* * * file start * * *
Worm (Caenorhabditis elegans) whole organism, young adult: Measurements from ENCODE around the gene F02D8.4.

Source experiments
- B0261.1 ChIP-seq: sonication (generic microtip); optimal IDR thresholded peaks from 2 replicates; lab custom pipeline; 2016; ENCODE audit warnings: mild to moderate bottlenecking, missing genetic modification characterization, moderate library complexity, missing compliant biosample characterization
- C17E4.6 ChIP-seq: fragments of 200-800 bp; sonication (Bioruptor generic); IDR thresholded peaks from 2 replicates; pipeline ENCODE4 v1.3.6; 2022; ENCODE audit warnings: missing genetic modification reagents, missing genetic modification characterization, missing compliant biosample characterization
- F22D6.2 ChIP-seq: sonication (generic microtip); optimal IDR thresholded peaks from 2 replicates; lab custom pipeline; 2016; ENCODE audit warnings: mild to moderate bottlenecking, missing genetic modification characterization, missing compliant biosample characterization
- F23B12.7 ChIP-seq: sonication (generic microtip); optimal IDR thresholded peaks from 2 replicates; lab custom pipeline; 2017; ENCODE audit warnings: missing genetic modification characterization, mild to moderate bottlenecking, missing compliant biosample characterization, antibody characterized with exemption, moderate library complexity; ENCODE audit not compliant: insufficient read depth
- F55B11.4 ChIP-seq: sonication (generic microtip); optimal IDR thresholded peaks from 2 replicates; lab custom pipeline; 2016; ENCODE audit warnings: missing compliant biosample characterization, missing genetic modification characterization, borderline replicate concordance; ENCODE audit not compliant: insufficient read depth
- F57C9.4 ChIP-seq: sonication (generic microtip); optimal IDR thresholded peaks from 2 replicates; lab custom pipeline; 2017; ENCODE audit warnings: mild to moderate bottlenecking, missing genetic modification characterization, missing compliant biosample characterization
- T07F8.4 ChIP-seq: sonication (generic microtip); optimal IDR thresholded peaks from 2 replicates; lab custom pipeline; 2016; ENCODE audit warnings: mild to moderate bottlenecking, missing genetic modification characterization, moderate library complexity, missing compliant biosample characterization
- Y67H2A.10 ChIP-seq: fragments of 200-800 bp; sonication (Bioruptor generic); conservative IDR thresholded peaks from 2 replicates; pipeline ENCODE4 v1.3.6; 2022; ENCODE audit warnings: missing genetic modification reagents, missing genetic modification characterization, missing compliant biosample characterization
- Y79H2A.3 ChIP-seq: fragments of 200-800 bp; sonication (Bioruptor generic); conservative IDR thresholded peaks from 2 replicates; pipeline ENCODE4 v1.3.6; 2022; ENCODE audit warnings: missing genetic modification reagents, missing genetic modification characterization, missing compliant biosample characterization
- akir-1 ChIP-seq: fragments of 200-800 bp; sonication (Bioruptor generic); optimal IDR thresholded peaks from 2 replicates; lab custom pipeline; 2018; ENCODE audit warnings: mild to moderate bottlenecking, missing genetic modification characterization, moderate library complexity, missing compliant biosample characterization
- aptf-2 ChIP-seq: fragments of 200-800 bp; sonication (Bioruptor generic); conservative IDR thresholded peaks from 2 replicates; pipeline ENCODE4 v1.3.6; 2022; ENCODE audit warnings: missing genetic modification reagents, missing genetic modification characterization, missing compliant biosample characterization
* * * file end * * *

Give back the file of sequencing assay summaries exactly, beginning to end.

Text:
Worm (Caenorhabditis elegans) whole organism, young adult: Measurements from ENCODE around the gene F02D8.4.

Source experiments
- B0261.1 ChIP-seq: sonication (generic microtip); optimal IDR thresholded peaks from 2 replicates; lab custom pipeline; 2016; ENCODE audit warnings: mild to moderate bottlenecking, missing genetic modification characterization, moderate library complexity, missing compliant biosample characterization
- C17E4.6 ChIP-seq: fragments of 200-800 bp; sonication (Bioruptor generic); IDR thresholded peaks from 2 replicates; pipeline ENCODE4 v1.3.6; 2022; ENCODE audit warnings: missing genetic modification reagents, missing genetic modification characterization, missing compliant biosample characterization
- F22D6.2 ChIP-seq: sonication (generic microtip); optimal IDR thresholded peaks from 2 replicates; lab custom pipeline; 2016; ENCODE audit warnings: mild to moderate bottlenecking, missing genetic modification characterization, missing compliant biosample characterization
- F23B12.7 ChIP-seq: sonication (generic microtip); optimal IDR thresholded peaks from 2 replicates; lab custom pipeline; 2017; ENCODE audit warnings: missing genetic modification characterization, mild to moderate bottlenecking, missing compliant biosample characterization, antibody characterized with exemption, moderate library complexity; ENCODE audit not compliant: insufficient read depth
- F55B11.4 ChIP-seq: sonication (generic microtip); optimal IDR thresholded peaks from 2 replicates; lab custom pipeline; 2016; ENCODE audit warnings: missing compliant biosample characterization, missing genetic modification characterization, borderline replicate concordance; ENCODE audit not compliant: insufficient read depth
- F57C9.4 ChIP-seq: sonication (generic microtip); optimal IDR thresholded peaks from 2 replicates; lab custom pipeline; 2017; ENCODE audit warnings: mild to moderate bottlenecking, missing genetic modification characterization, missing compliant biosample characterization
- T07F8.4 ChIP-seq: sonication (generic microtip); optimal IDR thresholded peaks from 2 replicates; lab custom pipeline; 2016; ENCODE audit warnings: mild to moderate bottlenecking, missing genetic modification characterization, moderate library complexity, missing compliant biosample characterization
- Y67H2A.10 ChIP-seq: fragments of 200-800 bp; sonication (Bioruptor generic); conservative IDR thresholded peaks from 2 replicates; pipeline ENCODE4 v1.3.6; 2022; ENCODE audit warnings: missing genetic modification reagents, missing genetic modification characterization, missing compliant biosample characterization
- Y79H2A.3 ChIP-seq: fragments of 200-800 bp; sonication (Bioruptor generic); conservative IDR thresholded peaks from 2 replicates; pipeline ENCODE4 v1.3.6; 2022; ENCODE audit warnings: missing genetic modification reagents, missing genetic modification characterization, missing compliant biosample characterization
- akir-1 ChIP-seq: fragments of 200-800 bp; sonication (Bioruptor generic); optimal IDR thresholded peaks from 2 replicates; lab custom pipeline; 2018; ENCODE audit warnings: mild to moderate bottlenecking, missing genetic modification characterization, moderate library complexity, missing compliant biosample characterization
- aptf-2 ChIP-seq: fragments of 200-800 bp; sonication (Bioruptor generic); conservative IDR thresholded peaks from 2 replicates; pipeline ENCODE4 v1.3.6; 2022; ENCODE audit warnings: missing genetic modification reagents, missing genetic modification characterization, missing compliant biosample characterization